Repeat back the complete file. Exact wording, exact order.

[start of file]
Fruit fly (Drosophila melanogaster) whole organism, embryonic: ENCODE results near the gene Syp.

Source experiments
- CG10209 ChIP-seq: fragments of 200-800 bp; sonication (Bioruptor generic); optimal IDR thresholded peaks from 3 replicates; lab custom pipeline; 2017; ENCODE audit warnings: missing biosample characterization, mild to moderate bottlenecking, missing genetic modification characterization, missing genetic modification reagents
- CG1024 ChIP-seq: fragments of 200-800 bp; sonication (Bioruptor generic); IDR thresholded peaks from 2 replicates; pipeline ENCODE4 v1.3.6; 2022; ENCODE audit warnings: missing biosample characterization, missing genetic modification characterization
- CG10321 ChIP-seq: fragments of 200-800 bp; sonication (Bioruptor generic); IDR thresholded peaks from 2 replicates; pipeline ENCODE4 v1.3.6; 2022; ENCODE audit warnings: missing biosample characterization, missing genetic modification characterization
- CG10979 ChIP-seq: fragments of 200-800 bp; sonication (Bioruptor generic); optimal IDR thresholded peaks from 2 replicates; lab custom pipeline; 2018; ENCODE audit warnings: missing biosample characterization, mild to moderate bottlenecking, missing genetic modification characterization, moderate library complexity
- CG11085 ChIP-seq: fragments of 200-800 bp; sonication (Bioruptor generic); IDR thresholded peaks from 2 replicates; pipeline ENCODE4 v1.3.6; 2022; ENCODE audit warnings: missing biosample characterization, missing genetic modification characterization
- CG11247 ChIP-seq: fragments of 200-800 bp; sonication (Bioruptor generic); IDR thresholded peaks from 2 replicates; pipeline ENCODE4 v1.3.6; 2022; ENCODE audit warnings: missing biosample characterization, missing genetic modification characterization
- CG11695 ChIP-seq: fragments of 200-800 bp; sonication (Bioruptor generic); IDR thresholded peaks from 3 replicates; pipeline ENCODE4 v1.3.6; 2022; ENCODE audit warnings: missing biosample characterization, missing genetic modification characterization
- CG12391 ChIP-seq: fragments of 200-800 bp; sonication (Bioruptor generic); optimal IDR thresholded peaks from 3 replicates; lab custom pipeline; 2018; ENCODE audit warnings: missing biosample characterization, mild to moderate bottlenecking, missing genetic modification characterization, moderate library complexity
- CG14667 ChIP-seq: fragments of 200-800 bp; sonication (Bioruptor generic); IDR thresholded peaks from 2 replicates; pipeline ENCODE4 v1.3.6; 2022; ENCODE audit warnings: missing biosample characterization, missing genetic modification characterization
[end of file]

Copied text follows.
Fruit fly (Drosophila melanogaster) whole organism, embryonic: ENCODE results near the gene Syp.

Source experiments
- CG10209 ChIP-seq: fragments of 200-800 bp; sonication (Bioruptor generic); optimal IDR thresholded peaks from 3 replicates; lab custom pipeline; 2017; ENCODE audit warnings: missing biosample characterization, mild to moderate bottlenecking, missing genetic modification characterization, missing genetic modification reagents
- CG1024 ChIP-seq: fragments of 200-800 bp; sonication (Bioruptor generic); IDR thresholded peaks from 2 replicates; pipeline ENCODE4 v1.3.6; 2022; ENCODE audit warnings: missing biosample characterization, missing genetic modification characterization
- CG10321 ChIP-seq: fragments of 200-800 bp; sonication (Bioruptor generic); IDR thresholded peaks from 2 replicates; pipeline ENCODE4 v1.3.6; 2022; ENCODE audit warnings: missing biosample characterization, missing genetic modification characterization
- CG10979 ChIP-seq: fragments of 200-800 bp; sonication (Bioruptor generic); optimal IDR thresholded peaks from 2 replicates; lab custom pipeline; 2018; ENCODE audit warnings: missing biosample characterization, mild to moderate bottlenecking, missing genetic modification characterization, moderate library complexity
- CG11085 ChIP-seq: fragments of 200-800 bp; sonication (Bioruptor generic); IDR thresholded peaks from 2 replicates; pipeline ENCODE4 v1.3.6; 2022; ENCODE audit warnings: missing biosample characterization, missing genetic modification characterization
- CG11247 ChIP-seq: fragments of 200-800 bp; sonication (Bioruptor generic); IDR thresholded peaks from 2 replicates; pipeline ENCODE4 v1.3.6; 2022; ENCODE audit warnings: missing biosample characterization, missing genetic modification characterization
- CG11695 ChIP-seq: fragments of 200-800 bp; sonication (Bioruptor generic); IDR thresholded peaks from 3 replicates; pipeline ENCODE4 v1.3.6; 2022; ENCODE audit warnings: missing biosample characterization, missing genetic modification characterization
- CG12391 ChIP-seq: fragments of 200-800 bp; sonication (Bioruptor generic); optimal IDR thresholded peaks from 3 replicates; lab custom pipeline; 2018; ENCODE audit warnings: missing biosample characterization, mild to moderate bottlenecking, missing genetic modification characterization, moderate library complexity
- CG14667 ChIP-seq: fragments of 200-800 bp; sonication (Bioruptor generic); IDR thresholded peaks from 2 replicates; pipeline ENCODE4 v1.3.6; 2022; ENCODE audit warnings: missing biosample characterization, missing genetic modification characterization